“Smooth and mellow,” says Perry, citing the brand’s tagline. “It is just that… It plays along with most cocktails,” such as a Gold Rush or Bourbon Smash. Meanwhile, Danya Degen, director of operations for Washington, D.C.’s The Duck & The Peach, values the “consistency” in flavor and strength. “While many bourbons are bottled at increasingly higher proofs,” Four Roses’ standard-issue 80-proof bottling “allows it to blend well with other flavors,” rather than overwhelming them, Degen notes. The bottle is also a budget-conscious pick with enough complexity to be served neat.
Honorable Mention: Wild Turkey 101
Fox says that Wild Turkey 101 is “the best and most dependable mixing bourbon.” Trow, who uses it in Whiskey Sours and other shaken drinks, agrees. “You get a little more bang for your buck with the 101 line,” he says. “It can stand up [in cocktails] and still be the star.”
The ideal well rye, bartenders said, balances the whiskey’s signature oak and spice notes, while providing enough oomph to make a wide range of classic and contemporary cocktails shine.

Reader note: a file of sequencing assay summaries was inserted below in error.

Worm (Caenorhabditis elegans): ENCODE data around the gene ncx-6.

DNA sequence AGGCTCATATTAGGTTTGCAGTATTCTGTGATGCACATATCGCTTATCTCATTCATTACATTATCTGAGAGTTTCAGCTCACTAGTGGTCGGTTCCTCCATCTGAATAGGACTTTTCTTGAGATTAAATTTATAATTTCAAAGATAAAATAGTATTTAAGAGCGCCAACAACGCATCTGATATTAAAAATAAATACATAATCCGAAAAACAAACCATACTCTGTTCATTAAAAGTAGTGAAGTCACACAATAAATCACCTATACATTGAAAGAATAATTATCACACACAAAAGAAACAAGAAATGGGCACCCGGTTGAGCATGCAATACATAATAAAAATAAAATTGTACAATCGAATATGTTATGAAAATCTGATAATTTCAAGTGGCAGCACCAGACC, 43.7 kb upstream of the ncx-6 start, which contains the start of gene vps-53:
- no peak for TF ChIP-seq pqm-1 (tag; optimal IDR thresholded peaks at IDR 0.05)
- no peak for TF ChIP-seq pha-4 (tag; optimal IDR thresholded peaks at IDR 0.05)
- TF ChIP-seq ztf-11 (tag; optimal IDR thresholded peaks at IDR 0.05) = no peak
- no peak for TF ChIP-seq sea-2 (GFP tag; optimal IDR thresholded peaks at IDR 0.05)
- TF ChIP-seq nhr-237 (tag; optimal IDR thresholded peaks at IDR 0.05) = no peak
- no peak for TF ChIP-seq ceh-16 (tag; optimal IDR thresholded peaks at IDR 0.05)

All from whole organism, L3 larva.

Most Popular: Michter’s, Wild Turkey 101
“Michter’s has the perfect balance of spice and body for boozy, stirred drinks,” says Hayley Wilson, head bartender at The Portland Hunt + Alpine Club. “The bottle price is a little hefty in comparison to some of its counterparts, but I think Michter’s is worth it and creates a luxurious cocktail.” Perry says the versatility of Michter’s gives it a slight edge over Wild Turkey, her “long-time go-to” in the well, preferring it for “shaken and refreshing rye-based cocktails, although its subtle butterscotch and oak notes play nicely in an American Trilogy or Old Pal.”
That said, Perry turns to Wild Turkey 101 for stirred drinks, as the higher proof allows it to “stand up nicely in a Manhattan [or] Vieux Carré.” Chersevani favors the overproof rye for highballs: “It stands up to carbonation and [citrus] juices,” she says. “It’s for when you need something more to make the highball sing.”